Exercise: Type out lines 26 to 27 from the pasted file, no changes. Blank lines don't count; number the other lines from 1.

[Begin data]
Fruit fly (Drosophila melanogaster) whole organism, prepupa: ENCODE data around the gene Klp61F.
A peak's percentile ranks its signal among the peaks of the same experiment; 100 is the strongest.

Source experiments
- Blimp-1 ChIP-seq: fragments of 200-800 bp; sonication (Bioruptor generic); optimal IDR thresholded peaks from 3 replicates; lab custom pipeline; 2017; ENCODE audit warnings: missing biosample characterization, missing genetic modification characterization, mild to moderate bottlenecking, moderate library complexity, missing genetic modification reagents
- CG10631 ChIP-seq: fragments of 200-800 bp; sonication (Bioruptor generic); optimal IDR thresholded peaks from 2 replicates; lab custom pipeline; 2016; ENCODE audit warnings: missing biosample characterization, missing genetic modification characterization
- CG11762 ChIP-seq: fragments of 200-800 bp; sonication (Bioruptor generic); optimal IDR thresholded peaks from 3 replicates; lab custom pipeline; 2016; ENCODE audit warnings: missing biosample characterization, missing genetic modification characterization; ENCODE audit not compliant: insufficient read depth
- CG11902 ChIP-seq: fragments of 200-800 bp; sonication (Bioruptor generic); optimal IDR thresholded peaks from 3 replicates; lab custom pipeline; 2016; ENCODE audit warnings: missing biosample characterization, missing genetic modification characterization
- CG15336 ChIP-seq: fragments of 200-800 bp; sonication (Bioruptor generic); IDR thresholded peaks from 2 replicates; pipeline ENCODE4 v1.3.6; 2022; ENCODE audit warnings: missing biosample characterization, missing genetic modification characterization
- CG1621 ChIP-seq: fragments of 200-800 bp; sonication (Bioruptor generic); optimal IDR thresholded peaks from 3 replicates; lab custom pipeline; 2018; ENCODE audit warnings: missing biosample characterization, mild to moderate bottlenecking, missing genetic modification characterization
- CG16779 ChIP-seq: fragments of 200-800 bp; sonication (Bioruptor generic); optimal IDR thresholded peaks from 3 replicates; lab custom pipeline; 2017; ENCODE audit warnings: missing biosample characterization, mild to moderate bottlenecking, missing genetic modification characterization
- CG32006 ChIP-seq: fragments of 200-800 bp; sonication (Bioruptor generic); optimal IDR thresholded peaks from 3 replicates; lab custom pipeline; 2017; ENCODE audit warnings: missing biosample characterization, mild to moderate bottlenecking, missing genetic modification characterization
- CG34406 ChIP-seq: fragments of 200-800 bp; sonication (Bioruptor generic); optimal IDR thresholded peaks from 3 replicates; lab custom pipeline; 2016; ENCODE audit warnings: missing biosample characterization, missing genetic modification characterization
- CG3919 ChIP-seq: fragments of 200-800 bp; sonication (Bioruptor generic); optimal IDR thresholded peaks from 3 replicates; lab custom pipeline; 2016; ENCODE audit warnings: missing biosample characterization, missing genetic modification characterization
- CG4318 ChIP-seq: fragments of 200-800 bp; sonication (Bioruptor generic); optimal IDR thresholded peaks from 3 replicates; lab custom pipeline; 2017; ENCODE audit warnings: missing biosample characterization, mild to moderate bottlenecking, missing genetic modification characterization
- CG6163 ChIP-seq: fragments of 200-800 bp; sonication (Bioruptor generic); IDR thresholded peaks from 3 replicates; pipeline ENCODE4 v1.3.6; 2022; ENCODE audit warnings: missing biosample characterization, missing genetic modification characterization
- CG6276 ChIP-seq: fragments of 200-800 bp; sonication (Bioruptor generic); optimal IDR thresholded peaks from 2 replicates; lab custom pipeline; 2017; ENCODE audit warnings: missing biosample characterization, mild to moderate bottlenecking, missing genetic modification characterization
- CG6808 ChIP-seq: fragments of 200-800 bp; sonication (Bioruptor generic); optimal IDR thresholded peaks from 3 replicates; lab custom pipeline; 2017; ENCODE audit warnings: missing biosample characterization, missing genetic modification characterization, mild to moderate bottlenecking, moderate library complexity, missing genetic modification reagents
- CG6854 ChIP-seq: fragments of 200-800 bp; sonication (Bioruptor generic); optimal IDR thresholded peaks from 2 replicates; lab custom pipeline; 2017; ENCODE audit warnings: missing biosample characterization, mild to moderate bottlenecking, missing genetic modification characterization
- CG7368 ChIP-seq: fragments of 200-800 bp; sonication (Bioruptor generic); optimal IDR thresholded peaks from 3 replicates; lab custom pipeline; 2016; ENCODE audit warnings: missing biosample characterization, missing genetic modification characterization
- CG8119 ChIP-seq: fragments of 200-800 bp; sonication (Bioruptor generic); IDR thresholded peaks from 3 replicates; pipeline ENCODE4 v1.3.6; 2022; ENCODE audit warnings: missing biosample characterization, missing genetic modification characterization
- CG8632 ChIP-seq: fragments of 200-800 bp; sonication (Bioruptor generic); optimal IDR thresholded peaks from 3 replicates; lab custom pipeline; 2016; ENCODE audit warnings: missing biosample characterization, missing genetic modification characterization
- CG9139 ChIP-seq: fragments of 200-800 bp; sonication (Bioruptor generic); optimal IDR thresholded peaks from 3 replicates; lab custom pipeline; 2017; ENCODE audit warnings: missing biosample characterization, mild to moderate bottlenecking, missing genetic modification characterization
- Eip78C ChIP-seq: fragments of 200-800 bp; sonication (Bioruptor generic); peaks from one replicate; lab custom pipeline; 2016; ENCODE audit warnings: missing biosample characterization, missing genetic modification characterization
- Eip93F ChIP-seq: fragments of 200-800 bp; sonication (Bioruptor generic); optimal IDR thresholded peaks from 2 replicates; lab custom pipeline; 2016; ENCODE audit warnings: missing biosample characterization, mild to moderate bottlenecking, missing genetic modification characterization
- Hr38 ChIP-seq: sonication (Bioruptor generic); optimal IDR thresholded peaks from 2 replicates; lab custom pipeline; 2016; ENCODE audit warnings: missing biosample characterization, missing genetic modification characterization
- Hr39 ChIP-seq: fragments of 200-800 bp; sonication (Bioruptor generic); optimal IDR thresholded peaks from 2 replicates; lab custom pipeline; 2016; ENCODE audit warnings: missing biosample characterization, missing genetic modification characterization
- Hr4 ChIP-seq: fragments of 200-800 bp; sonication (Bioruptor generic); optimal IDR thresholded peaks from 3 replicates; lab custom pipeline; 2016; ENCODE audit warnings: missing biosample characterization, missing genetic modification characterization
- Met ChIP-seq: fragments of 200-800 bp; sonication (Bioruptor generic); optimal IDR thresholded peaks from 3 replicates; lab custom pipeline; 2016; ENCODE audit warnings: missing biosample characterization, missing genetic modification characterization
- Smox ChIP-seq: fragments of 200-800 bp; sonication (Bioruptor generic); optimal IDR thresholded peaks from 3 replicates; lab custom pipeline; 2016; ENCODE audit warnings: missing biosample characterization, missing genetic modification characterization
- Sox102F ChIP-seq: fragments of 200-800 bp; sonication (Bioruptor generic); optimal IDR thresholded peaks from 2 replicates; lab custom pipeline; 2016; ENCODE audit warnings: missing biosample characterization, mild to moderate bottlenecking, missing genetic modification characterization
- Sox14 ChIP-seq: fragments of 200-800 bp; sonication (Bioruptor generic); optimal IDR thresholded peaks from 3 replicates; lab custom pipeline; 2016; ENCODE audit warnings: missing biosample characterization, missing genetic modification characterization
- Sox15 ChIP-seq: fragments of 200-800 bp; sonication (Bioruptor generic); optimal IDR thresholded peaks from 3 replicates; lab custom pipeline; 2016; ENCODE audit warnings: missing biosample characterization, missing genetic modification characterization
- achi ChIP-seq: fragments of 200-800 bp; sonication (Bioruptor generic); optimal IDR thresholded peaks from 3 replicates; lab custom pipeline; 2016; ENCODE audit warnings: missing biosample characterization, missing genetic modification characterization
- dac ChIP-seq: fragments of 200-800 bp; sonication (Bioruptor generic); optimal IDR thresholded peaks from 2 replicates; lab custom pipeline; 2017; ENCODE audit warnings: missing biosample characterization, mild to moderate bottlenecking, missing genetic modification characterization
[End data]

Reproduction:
- Hr39 ChIP-seq: fragments of 200-800 bp; sonication (Bioruptor generic); optimal IDR thresholded peaks from 2 replicates; lab custom pipeline; 2016; ENCODE audit warnings: missing biosample characterization, missing genetic modification characterization
- Hr4 ChIP-seq: fragments of 200-800 bp; sonication (Bioruptor generic); optimal IDR thresholded peaks from 3 replicates; lab custom pipeline; 2016; ENCODE audit warnings: missing biosample characterization, missing genetic modification characterization